SINGAPORE: The labour movement wants more training and wage support for older workers and Professionals, Managers and Executives (PMEs) in the upcoming Budget, said labour Member of Parliament (MP) Patrick Tay on Friday (Feb 1).
Speaking at the sidelines of National Trades Union Congress' (NTUC) Future Jobs, Skills and Training Forum, Mr Tay said that NTUC is putting forth three suggestions.
The first is a S$500 re-top up for all working Singaporeans in their SkillsFuture Credit account, which is coming into the fourth year since its launch in 2015.
Mr Tay said that it is timely for the Government to provide a second round of top-ups, which would be in line with the overall push for workers to update their skills against a rapidly changing work landscape.
Mr Tay said that the half-life of skills is now five years. Those who had gone for training may see the need to renew their skills by this time, he said.
"You can't just have one skill and think you can keep with it for the rest of your life. You probably need to reskill, and reskill quite often," Mr Tay said.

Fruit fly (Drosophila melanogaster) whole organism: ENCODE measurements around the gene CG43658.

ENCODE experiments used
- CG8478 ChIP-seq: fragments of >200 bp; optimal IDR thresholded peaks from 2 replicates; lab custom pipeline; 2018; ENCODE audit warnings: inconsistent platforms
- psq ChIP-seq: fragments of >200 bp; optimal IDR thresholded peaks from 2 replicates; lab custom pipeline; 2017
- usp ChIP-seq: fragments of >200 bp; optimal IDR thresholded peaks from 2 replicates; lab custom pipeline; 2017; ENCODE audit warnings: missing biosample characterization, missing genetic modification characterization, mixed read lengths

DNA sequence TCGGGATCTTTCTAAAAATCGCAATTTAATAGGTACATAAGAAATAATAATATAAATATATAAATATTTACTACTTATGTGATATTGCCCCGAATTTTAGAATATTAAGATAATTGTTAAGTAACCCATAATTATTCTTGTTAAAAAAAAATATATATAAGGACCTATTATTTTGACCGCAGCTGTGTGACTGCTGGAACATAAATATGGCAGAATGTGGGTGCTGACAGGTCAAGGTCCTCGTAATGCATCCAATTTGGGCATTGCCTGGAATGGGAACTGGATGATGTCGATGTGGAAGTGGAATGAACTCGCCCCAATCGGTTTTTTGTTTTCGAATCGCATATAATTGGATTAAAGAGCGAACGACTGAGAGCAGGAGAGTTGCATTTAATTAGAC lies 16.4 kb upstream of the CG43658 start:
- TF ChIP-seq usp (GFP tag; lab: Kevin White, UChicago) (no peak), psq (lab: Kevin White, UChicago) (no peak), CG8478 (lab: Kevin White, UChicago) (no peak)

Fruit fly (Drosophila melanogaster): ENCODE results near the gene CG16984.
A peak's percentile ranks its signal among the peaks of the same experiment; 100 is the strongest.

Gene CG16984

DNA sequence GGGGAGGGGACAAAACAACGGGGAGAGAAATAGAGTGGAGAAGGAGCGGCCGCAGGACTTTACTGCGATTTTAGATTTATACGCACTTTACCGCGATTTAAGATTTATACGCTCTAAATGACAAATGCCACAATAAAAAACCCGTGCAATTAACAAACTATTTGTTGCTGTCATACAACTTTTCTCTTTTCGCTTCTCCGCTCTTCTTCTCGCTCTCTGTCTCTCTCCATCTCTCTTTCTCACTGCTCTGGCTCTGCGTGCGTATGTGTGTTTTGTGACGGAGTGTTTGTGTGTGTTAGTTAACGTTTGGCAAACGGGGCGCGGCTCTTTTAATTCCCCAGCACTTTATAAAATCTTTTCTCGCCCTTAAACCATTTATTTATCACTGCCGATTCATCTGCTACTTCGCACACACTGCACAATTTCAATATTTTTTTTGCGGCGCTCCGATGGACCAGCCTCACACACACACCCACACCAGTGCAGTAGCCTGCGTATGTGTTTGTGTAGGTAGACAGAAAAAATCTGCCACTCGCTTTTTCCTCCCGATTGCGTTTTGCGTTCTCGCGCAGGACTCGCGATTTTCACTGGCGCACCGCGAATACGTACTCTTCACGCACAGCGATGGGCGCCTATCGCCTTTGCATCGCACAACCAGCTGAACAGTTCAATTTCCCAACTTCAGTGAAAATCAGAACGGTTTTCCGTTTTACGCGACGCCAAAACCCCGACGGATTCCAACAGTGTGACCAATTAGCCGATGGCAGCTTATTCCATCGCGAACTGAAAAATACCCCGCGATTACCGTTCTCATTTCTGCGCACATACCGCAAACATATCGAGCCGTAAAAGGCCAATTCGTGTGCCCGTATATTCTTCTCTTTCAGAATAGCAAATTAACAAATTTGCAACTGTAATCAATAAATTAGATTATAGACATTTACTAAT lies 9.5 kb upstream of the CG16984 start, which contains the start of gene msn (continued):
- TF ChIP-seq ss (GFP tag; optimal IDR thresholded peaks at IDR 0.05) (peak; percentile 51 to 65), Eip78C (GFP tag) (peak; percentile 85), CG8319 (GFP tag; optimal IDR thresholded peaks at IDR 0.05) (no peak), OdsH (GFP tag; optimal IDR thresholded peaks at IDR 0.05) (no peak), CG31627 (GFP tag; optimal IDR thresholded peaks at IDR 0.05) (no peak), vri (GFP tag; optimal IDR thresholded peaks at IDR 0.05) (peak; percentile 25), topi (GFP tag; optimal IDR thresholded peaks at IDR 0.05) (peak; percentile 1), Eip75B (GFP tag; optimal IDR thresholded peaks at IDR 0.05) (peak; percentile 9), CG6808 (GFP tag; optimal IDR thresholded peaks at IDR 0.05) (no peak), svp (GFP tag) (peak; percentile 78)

For those who have yet to tap onto their credits, Mr Tay said that they can bank it for later use.
"You never know. You could be 25 to 30 (years old) now. Come 40 to 45, when you are a bit more vulnerable and you need to acquire skills, the programmes may be a bit more pricey ... then you can tap on the SkillsFuture credits," Mr Tay said.
MORE WAGE HELP FOR PMES, OLDER WORKERS
Mr Tay has also suggested that the Government to extend two wage support schemes which will expire this year.
The first is the Special Employment Credit (SEC) which provides a wage offset to employers hiring workers earning less than S$4,000 and aged above 55 years old.
The scheme was introduced in 2011 to encourage employers to hire older workers. It covers about 370,000, or around three in four older Singaporean workers.
Mr Tay is suggesting that the SEC be extended for another three years.
The second scheme proposed for extension is the Career Support Programme (CSP) targeted at PMEs. Mr Tay said that NTUC is hoping for the CSP to be extended for another two years.
It provides short-term salary support to encourage employers to hire PMEs and is part of the Ministry of Manpower's Adapt and Grow initiative, which helps long-term unemployed PMEs jobseekers find and retain employment.
The Singapore Budget Statement 2019 will be delivered on Feb 18 by Finance Minister Heng Swee Keat.